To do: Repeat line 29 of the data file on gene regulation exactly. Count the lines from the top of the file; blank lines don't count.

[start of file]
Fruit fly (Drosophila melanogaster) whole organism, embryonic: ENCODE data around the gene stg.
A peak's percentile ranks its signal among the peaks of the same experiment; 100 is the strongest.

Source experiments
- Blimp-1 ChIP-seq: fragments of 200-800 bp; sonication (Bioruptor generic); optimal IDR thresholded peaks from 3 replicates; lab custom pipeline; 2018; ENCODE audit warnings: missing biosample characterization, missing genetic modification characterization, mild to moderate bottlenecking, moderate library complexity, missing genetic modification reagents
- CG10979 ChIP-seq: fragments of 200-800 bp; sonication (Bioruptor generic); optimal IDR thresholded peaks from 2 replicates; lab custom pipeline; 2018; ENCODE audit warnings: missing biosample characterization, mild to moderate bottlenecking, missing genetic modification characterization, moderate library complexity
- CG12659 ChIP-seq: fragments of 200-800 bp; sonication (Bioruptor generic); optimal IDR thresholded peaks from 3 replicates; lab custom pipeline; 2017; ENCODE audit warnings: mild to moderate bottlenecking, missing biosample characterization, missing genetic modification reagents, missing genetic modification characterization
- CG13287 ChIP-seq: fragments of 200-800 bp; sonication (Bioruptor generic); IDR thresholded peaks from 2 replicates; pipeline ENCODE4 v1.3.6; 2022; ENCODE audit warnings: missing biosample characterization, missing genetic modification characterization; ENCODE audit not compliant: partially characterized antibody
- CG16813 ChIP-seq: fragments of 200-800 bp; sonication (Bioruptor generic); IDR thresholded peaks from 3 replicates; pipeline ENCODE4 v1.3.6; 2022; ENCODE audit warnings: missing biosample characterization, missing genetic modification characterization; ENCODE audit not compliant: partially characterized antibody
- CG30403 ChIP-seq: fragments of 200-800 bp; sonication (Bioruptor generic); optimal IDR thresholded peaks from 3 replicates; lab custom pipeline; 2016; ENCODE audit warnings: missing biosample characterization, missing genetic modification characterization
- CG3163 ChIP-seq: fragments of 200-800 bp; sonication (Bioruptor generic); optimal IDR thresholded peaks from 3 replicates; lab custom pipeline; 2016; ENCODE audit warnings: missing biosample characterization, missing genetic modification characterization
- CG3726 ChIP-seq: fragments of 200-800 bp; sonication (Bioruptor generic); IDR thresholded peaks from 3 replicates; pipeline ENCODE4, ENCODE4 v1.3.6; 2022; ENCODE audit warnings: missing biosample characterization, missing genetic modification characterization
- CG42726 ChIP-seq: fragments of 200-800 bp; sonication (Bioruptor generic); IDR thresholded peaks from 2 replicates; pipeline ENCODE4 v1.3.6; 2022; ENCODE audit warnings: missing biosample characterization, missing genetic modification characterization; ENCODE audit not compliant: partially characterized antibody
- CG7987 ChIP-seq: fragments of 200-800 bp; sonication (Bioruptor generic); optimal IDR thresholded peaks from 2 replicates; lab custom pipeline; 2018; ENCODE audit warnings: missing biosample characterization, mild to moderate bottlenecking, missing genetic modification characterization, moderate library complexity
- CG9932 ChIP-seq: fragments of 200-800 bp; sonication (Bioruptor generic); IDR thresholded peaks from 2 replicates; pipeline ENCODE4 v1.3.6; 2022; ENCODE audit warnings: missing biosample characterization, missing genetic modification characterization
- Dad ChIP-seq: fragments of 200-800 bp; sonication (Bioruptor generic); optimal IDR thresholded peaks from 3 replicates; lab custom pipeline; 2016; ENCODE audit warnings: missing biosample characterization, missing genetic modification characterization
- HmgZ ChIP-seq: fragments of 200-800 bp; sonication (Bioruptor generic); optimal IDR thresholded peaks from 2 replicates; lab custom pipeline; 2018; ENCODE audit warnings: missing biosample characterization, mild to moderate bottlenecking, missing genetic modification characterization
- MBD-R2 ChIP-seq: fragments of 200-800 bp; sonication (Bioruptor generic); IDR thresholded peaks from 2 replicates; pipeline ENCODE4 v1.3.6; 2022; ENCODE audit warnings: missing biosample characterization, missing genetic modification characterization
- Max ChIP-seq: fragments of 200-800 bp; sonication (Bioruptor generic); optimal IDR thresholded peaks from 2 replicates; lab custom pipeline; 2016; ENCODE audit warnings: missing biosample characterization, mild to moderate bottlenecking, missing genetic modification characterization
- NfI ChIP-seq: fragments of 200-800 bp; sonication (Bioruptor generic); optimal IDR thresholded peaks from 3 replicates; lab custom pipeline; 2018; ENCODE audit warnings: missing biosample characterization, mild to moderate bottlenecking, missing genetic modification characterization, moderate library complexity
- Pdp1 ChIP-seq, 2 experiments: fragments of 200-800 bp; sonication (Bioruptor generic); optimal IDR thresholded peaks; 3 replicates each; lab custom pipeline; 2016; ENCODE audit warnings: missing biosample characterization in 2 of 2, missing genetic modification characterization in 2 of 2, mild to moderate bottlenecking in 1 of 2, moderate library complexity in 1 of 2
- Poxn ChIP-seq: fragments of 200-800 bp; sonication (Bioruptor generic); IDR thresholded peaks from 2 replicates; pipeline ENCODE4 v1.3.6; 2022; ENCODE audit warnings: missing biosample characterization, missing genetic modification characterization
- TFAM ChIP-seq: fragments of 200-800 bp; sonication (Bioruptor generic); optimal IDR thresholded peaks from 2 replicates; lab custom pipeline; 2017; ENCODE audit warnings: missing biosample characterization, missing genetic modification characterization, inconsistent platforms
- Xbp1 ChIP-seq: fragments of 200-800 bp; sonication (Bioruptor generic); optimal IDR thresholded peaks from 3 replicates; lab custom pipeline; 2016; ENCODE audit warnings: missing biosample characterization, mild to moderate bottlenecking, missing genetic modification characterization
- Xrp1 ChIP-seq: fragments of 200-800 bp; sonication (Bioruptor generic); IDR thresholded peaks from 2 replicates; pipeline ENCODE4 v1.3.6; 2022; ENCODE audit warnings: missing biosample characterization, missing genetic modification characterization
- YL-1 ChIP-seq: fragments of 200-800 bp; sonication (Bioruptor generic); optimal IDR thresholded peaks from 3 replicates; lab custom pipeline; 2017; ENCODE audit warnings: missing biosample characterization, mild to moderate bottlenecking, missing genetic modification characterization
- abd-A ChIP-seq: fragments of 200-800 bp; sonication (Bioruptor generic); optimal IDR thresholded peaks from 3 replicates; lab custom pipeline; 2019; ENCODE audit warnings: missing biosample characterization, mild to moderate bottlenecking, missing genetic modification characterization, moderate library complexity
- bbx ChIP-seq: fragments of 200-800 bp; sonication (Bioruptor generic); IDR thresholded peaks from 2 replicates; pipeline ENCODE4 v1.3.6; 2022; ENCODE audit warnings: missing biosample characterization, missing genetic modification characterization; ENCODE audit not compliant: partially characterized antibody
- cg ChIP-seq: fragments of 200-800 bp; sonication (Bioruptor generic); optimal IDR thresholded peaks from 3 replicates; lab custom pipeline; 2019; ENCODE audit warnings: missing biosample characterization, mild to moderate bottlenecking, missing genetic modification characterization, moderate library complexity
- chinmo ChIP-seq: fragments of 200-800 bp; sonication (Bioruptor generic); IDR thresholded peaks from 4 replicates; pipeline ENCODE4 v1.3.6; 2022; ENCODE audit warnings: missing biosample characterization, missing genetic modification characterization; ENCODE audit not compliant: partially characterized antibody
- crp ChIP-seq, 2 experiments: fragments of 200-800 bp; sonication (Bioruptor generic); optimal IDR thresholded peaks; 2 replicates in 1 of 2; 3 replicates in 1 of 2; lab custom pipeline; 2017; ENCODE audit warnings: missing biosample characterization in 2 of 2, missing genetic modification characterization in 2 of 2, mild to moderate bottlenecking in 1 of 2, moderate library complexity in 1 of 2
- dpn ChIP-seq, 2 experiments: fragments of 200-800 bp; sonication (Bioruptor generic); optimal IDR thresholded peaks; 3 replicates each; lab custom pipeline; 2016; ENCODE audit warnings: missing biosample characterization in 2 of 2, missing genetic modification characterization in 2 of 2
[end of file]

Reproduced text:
- chinmo ChIP-seq: fragments of 200-800 bp; sonication (Bioruptor generic); IDR thresholded peaks from 4 replicates; pipeline ENCODE4 v1.3.6; 2022; ENCODE audit warnings: missing biosample characterization, missing genetic modification characterization; ENCODE audit not compliant: partially characterized antibody